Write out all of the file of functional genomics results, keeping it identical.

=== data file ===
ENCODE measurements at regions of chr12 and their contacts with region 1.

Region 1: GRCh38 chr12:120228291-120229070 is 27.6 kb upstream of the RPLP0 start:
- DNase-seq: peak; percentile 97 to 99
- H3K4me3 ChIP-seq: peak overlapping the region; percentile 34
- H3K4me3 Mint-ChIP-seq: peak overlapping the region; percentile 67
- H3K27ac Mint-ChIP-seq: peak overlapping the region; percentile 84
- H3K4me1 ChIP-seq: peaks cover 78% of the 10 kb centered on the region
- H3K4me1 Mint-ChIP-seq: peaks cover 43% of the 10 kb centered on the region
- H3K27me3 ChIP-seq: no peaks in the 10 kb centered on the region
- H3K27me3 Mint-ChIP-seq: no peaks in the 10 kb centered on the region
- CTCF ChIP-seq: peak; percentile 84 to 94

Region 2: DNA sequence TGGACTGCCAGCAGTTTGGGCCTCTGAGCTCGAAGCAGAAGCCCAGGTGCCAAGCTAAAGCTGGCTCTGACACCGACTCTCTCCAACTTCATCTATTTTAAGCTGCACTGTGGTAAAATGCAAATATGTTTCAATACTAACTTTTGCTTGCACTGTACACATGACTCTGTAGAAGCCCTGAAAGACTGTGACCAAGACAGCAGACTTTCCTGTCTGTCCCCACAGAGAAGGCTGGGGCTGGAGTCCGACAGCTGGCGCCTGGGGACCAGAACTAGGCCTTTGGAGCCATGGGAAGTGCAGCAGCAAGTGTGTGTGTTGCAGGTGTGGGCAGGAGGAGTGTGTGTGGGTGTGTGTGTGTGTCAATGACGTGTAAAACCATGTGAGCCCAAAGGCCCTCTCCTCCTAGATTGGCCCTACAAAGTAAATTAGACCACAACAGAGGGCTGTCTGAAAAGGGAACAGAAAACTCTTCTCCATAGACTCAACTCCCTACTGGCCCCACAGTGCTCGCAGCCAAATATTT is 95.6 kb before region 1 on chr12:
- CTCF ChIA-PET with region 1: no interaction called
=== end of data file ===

ENCODE measurements at regions of chr12 and their contacts with region 1.

Region 1: GRCh38 chr12:120228291-120229070 is 27.6 kb upstream of the RPLP0 start:
- DNase-seq: peak; percentile 97 to 99
- H3K4me3 ChIP-seq: peak overlapping the region; percentile 34
- H3K4me3 Mint-ChIP-seq: peak overlapping the region; percentile 67
- H3K27ac Mint-ChIP-seq: peak overlapping the region; percentile 84
- H3K4me1 ChIP-seq: peaks cover 78% of the 10 kb centered on the region
- H3K4me1 Mint-ChIP-seq: peaks cover 43% of the 10 kb centered on the region
- H3K27me3 ChIP-seq: no peaks in the 10 kb centered on the region
- H3K27me3 Mint-ChIP-seq: no peaks in the 10 kb centered on the region
- CTCF ChIP-seq: peak; percentile 84 to 94

Region 2: DNA sequence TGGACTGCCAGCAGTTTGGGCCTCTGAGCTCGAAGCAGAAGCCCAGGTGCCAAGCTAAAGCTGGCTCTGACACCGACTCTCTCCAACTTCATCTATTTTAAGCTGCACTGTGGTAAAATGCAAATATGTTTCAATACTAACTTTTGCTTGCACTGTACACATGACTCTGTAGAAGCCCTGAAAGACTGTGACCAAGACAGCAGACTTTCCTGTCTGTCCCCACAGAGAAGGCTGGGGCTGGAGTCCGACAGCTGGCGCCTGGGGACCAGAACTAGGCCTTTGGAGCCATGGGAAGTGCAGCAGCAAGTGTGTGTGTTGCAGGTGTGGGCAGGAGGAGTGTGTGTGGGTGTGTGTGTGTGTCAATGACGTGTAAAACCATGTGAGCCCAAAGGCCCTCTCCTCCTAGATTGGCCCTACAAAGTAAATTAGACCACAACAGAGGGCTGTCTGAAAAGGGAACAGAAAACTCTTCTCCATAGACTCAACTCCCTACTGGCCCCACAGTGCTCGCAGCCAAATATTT is 95.6 kb before region 1 on chr12:
- CTCF ChIA-PET with region 1: no interaction called